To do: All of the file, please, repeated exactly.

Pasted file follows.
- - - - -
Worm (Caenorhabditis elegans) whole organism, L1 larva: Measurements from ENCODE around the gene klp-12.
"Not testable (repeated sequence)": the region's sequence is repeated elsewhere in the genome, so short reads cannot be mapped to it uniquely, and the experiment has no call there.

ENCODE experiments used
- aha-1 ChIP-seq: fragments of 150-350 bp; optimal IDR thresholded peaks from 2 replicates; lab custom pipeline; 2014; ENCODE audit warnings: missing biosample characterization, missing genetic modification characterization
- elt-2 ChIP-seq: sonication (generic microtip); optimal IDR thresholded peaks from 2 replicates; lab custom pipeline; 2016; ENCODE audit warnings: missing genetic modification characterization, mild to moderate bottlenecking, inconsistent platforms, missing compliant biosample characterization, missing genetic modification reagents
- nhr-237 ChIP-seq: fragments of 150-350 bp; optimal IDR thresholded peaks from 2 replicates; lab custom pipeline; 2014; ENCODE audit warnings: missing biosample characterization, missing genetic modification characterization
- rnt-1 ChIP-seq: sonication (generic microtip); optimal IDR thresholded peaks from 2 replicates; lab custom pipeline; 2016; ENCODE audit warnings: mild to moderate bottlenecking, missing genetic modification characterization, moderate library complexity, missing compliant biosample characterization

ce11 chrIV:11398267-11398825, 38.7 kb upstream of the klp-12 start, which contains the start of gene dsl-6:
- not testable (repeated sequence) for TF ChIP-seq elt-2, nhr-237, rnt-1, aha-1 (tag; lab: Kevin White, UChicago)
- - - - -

Worm (Caenorhabditis elegans) whole organism, L1 larva: Measurements from ENCODE around the gene klp-12.
"Not testable (repeated sequence)": the region's sequence is repeated elsewhere in the genome, so short reads cannot be mapped to it uniquely, and the experiment has no call there.

ENCODE experiments used
- aha-1 ChIP-seq: fragments of 150-350 bp; optimal IDR thresholded peaks from 2 replicates; lab custom pipeline; 2014; ENCODE audit warnings: missing biosample characterization, missing genetic modification characterization
- elt-2 ChIP-seq: sonication (generic microtip); optimal IDR thresholded peaks from 2 replicates; lab custom pipeline; 2016; ENCODE audit warnings: missing genetic modification characterization, mild to moderate bottlenecking, inconsistent platforms, missing compliant biosample characterization, missing genetic modification reagents
- nhr-237 ChIP-seq: fragments of 150-350 bp; optimal IDR thresholded peaks from 2 replicates; lab custom pipeline; 2014; ENCODE audit warnings: missing biosample characterization, missing genetic modification characterization
- rnt-1 ChIP-seq: sonication (generic microtip); optimal IDR thresholded peaks from 2 replicates; lab custom pipeline; 2016; ENCODE audit warnings: mild to moderate bottlenecking, missing genetic modification characterization, moderate library complexity, missing compliant biosample characterization

ce11 chrIV:11398267-11398825, 38.7 kb upstream of the klp-12 start, which contains the start of gene dsl-6:
- not testable (repeated sequence) for TF ChIP-seq elt-2, nhr-237, rnt-1, aha-1 (tag; lab: Kevin White, UChicago)